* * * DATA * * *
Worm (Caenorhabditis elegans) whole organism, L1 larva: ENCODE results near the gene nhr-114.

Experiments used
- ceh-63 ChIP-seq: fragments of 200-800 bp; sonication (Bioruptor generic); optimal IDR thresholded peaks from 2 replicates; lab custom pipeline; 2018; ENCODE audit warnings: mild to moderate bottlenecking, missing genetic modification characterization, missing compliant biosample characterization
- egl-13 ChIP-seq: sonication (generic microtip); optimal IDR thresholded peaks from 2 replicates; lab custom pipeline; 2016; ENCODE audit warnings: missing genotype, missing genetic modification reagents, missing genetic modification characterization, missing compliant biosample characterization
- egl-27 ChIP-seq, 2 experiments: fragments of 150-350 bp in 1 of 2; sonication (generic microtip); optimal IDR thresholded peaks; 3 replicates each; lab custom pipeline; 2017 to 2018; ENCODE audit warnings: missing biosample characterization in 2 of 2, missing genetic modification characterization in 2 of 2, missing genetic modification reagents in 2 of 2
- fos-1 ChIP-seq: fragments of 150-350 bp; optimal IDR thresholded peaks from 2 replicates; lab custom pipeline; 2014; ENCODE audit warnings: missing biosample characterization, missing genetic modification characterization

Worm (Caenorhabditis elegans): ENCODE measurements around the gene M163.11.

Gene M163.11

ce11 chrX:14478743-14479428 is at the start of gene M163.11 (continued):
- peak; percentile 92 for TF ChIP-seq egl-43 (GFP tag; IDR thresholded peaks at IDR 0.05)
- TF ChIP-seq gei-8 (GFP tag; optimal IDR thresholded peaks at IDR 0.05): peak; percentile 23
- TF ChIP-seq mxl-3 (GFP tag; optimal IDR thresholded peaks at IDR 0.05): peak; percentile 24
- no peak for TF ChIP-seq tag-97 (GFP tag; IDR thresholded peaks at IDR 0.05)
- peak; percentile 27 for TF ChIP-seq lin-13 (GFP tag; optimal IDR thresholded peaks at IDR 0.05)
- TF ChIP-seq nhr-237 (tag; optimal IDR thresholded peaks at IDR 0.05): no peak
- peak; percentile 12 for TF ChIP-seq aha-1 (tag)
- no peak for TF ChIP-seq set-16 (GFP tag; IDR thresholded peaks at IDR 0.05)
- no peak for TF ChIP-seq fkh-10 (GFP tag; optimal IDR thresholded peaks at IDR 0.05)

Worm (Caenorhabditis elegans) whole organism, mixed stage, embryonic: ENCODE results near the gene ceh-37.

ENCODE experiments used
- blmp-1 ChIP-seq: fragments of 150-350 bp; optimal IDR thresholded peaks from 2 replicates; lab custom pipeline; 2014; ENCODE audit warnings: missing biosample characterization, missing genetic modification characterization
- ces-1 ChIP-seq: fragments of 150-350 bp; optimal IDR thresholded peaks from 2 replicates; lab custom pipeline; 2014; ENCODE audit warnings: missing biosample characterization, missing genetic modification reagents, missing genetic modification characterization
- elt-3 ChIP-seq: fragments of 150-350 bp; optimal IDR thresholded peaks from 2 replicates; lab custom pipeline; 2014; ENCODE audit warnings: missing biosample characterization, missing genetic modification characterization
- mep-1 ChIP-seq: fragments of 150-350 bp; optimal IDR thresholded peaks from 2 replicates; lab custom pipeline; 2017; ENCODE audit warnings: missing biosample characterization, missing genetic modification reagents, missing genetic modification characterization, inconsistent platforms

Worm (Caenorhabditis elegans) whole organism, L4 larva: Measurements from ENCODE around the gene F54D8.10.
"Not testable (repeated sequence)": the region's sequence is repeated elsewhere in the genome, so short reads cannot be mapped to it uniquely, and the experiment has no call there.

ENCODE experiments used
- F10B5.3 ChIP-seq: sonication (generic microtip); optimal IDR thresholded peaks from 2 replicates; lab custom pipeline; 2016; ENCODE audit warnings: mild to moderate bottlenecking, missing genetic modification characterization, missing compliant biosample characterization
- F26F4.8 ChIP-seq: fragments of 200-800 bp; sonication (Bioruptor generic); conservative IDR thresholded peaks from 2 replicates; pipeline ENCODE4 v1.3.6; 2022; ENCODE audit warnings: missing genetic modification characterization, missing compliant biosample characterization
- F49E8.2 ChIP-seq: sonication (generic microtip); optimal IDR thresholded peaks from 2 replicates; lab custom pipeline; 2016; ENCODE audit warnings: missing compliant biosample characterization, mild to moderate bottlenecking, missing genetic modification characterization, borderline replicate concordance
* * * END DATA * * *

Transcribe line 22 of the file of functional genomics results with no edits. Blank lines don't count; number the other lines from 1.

- ces-1 ChIP-seq: fragments of 150-350 bp; optimal IDR thresholded peaks from 2 replicates; lab custom pipeline; 2014; ENCODE audit warnings: missing biosample characterization, missing genetic modification reagents, missing genetic modification characterization